Riding the wave
Smith, the economist, said the ability to adapt is crucial for a new business.
“Consumers are fickle creatures. We like what we like, until we don’t like it anymore,” Smith said.
It tends to go something like this: At first, the idea of dozens of flavors of frozen yogurt, toppings and colorful spoons seems new and novel. Then, suddenly similar shops seem to be everywhere you look. Until, as Smith says, the pack moves on.
The rise and fall of what’s new and trendy happens across industries. In food, there was the novelty of rolled ice cream and the rise of expensive salad chains or poke bowl places. In fitness, there are new boutique studios popping up all the time. It also happens with things like coworking spaces, cat cafes, paint and sip classes or even the era of tanning salons.
The tide rises, and inevitably goes back out.
While capitalizing on a trend like this can be a fruitful business venture, Smith notes that it’s all about timing.
“If you start by having a cupcake store and all of a sudden you’re on ‘Cupcake Wars’ and on the cover of Good Housekeeping or whatever else, then, the very next best person jumps in, they might be successful,” Smith said. “The 700th person who jumps in? Probably that boat has sailed.”
And it’s not just small one-off businesses that try to capitalize on the trend du jour. Smith points to Popeye’s wildly successful spicy chicken sandwiches and the copycat products that quickly appeared at other fast-food chains. Or the time McDonald’s tried to wade into the wing game with Mighty Wings, which quickly flopped.
“Everybody will know that I am basically stealing, borrowing, advancing these other ideas,” Smith said about why businesses mimic a rising trend. “But they’re making so much money doing it that I can do it, too. We’ve seen this all the time.”
The key to “borrowing” a trend is to do it in a way that is just a little bit different, Smith said. That can mean making it cheaper or more accessible.
Standing apart from the crowd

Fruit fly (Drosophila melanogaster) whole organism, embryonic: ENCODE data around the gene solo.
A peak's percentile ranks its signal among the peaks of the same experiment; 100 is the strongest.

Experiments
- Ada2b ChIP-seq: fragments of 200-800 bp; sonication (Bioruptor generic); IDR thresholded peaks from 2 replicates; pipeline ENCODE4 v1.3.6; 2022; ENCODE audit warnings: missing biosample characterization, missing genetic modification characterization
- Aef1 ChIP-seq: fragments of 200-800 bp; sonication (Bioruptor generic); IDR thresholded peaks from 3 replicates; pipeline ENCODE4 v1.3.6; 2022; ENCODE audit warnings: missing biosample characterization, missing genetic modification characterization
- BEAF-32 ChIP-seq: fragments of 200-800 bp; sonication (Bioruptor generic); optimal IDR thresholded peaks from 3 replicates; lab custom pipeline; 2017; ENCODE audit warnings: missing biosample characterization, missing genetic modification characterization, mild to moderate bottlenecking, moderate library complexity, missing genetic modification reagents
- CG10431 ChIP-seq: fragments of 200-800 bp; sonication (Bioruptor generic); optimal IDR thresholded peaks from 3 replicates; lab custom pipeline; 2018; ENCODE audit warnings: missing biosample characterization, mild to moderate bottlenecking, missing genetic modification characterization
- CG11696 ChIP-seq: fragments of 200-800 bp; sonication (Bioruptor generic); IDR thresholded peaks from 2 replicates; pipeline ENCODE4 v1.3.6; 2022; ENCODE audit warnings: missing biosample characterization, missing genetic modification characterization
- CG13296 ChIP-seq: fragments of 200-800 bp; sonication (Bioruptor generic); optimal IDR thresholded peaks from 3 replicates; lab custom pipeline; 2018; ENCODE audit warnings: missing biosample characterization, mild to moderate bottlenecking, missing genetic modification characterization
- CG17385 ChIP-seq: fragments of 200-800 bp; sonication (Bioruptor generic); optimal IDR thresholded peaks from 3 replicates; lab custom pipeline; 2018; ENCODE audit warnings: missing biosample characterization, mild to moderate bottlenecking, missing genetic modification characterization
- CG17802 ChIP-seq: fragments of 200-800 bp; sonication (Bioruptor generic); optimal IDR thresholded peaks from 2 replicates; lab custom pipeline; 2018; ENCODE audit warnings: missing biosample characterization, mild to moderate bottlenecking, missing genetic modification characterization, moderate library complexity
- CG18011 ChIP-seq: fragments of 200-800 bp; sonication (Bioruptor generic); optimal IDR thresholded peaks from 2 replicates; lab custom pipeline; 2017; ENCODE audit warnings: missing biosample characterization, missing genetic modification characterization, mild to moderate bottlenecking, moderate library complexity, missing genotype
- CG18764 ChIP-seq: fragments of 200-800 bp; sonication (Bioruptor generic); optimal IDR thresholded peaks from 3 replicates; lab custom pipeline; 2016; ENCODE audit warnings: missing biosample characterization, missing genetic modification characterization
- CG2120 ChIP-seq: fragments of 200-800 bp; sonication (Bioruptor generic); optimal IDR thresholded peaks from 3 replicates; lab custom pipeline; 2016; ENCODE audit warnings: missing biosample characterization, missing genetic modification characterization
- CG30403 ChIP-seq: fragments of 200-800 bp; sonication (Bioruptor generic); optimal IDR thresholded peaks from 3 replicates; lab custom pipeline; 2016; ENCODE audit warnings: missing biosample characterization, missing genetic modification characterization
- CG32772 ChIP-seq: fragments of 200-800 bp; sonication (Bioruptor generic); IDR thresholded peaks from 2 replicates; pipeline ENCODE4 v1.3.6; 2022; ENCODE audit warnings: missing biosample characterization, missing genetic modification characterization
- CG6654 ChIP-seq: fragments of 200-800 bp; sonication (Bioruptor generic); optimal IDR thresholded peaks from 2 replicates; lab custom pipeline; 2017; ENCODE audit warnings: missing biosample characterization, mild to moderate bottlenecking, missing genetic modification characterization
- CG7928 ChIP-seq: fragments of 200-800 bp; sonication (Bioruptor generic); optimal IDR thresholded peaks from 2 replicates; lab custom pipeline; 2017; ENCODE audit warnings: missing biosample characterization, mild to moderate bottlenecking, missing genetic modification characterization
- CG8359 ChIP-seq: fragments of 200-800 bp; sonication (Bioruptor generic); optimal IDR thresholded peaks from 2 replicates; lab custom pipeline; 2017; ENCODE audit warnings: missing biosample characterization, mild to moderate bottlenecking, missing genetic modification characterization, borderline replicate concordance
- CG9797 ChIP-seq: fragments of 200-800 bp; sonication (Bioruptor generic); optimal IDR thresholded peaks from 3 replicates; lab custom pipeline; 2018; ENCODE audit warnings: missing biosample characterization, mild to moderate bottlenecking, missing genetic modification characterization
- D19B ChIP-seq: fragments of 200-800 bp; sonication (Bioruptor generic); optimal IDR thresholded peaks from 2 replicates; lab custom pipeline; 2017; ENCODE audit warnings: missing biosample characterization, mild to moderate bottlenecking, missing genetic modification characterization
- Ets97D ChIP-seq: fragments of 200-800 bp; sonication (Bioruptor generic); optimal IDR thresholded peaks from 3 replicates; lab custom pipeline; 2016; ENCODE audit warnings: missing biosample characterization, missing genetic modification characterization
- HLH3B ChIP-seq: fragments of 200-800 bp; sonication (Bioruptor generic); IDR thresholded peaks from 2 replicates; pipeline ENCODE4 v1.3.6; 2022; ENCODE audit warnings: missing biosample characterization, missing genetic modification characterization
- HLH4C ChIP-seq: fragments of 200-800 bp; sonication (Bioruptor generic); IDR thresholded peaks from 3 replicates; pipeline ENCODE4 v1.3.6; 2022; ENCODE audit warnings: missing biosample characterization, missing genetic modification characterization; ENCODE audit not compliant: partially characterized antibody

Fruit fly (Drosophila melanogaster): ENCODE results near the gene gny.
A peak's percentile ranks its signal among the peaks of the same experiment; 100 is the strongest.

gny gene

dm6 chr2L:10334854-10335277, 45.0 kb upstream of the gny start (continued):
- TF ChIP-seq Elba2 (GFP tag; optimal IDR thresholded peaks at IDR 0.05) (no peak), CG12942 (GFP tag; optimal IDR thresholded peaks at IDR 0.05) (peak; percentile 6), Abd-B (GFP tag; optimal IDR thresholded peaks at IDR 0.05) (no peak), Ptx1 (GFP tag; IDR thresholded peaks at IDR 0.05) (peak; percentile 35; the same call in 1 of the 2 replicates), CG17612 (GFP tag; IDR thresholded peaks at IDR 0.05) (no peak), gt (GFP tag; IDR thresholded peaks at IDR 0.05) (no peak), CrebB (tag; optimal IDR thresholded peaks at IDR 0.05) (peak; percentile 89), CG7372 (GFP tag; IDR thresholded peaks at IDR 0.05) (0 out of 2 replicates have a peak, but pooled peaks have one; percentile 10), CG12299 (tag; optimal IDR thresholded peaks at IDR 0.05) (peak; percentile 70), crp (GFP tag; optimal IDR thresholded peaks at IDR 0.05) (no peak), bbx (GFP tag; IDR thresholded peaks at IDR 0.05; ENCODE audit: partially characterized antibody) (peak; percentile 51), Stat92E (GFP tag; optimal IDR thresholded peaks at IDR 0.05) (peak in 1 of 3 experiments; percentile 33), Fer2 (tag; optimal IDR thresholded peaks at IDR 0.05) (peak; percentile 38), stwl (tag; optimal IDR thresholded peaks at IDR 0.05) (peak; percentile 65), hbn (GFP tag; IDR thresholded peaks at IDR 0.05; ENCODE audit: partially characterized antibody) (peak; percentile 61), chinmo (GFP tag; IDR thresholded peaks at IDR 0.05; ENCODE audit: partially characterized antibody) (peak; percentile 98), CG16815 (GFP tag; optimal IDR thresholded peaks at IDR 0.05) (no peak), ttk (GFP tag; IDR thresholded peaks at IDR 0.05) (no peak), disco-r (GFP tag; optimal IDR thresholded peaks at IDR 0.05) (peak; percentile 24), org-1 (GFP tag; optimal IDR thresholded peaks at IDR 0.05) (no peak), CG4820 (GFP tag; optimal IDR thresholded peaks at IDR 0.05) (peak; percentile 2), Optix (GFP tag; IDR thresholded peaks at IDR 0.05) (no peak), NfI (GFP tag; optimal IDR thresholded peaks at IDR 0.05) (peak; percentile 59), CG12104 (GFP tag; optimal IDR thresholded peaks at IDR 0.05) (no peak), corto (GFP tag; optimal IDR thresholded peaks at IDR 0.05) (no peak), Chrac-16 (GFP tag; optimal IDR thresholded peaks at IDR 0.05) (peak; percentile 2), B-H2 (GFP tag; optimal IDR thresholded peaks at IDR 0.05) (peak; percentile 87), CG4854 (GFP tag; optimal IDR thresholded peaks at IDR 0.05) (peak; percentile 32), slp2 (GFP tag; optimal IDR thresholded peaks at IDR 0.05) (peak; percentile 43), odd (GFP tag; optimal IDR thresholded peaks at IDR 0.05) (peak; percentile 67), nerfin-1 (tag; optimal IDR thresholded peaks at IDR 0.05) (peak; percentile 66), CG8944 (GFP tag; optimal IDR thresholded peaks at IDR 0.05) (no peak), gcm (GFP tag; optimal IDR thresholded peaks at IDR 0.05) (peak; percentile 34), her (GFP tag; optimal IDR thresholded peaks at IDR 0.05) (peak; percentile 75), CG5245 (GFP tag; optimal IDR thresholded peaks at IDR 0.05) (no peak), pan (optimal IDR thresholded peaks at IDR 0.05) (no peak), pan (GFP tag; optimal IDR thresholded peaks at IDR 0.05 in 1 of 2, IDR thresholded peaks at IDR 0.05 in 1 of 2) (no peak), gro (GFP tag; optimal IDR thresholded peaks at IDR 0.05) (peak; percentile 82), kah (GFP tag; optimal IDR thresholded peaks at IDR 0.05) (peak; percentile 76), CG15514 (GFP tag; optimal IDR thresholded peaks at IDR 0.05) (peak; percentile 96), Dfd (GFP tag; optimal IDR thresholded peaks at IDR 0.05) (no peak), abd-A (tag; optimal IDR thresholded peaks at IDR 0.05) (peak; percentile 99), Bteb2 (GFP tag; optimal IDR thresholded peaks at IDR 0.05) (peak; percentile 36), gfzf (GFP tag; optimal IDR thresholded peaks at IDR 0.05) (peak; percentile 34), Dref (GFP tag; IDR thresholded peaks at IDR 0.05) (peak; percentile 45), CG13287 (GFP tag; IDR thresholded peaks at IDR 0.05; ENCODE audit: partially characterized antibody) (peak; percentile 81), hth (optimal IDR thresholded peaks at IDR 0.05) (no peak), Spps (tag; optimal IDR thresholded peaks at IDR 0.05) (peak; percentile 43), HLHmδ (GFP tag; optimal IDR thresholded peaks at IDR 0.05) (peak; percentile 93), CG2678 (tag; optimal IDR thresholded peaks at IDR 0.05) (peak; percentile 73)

That idea is exactly what inspired Courtney Anderson to open her Atlanta business.
In 2012, Anderson relocated to Atlanta for a job as a law professor at Georgia State University. Coming from Washington, D.C., Anderson was used to biking everywhere. Finding it harder to navigate Atlanta that way, she began looking for new ways to keep up her active lifestyle.
Despite being a biker, she’d never taken an indoor cycling class. Across the country, the popularity of such places was rising. Even former first lady Michelle Obama has been known to go to spin classes.
When Anderson decided to check it out, she was immediately sold. She was captivated by the instructor, who used music and energy to motivate the class. However, as Anderson kept going back for more sessions with different trainers, she began to feel the need for something different.
“Other studios, they were all really homogeneous. Everyone looked the same. Everyone was already in great shape and had really expensive workout clothes,” the 38-year-old said.
She began to wonder if there was room for a boutique cycling studio that was diverse, inclusive and captured that spirit and energy that got Anderson hooked on the activity to begin with.
In 2015, she and her co-founder and fellow lawyer, Tiffany McKenzie, opened the doors of Vibe Ride in Midtown.
Anderson, who also still teaches law, said that from the moment someone walks in the doors, she wants the experience to be different from what people can get at other studios.
“I never would have opened a business if I didn’t think we could add something new and something exciting,” she said.
For Anderson, that means an environment where people of all “shapes and sizes” feel welcome and where music is not just background noise but a motivating tool.
But perhaps the only industry that rivals food’s fickleness is fitness. And Anderson knows that in fitness, there is always something new emerging. That’s why the Vibe Ride team has been proactive in staying ahead of the curve.
In the past five years, they’ve expanded their base with three additional locations, including a couple of franchises. But they’ve also added other types of fitness classes like strength training and cardio.
“If cycling kind of fades away one day, then we want to be prepared for that, but it was also important for us to create a certain type of cycling,” Anderson said. The type that keeps people coming back for more.
“We want to make sure that when you think of indoor cycling and fitness, you think of Vibe Ride,” she said.
A changing landscape
For Kibby and her goats, the landscape is also changing. As she prepares for the busy months, Kibby is optimistic about the future.
For the past several years, it’s been all about growth — in herd size and clientele. Now, she wants to focus on the next phase.
While small, residential land-clearing jobs are Kibby’s favorite part of the business — when they drop off goats in someone’s backyard and get to see the joy in a customer’s face — she also knows that bubble may burst.
“I do think that even the clearing has become a little bit trendy,” she said. “I think that there’s sort of a boom right now of people who want to do it for the novelty, so I think that it will level off in terms of residential.”
But Kibby is hopeful there’s a new venture ahead. She sees goat clearing as the future for municipalities and landowners to clear large swaths of overgrown land.
On hilly, difficult terrain, goats can manage a lot easier than machinery, which can make it cost-effective and sustainable, Kibby notes.
And as things shift, Kibby — like any business owner — hopes to be well situated for the rising trend.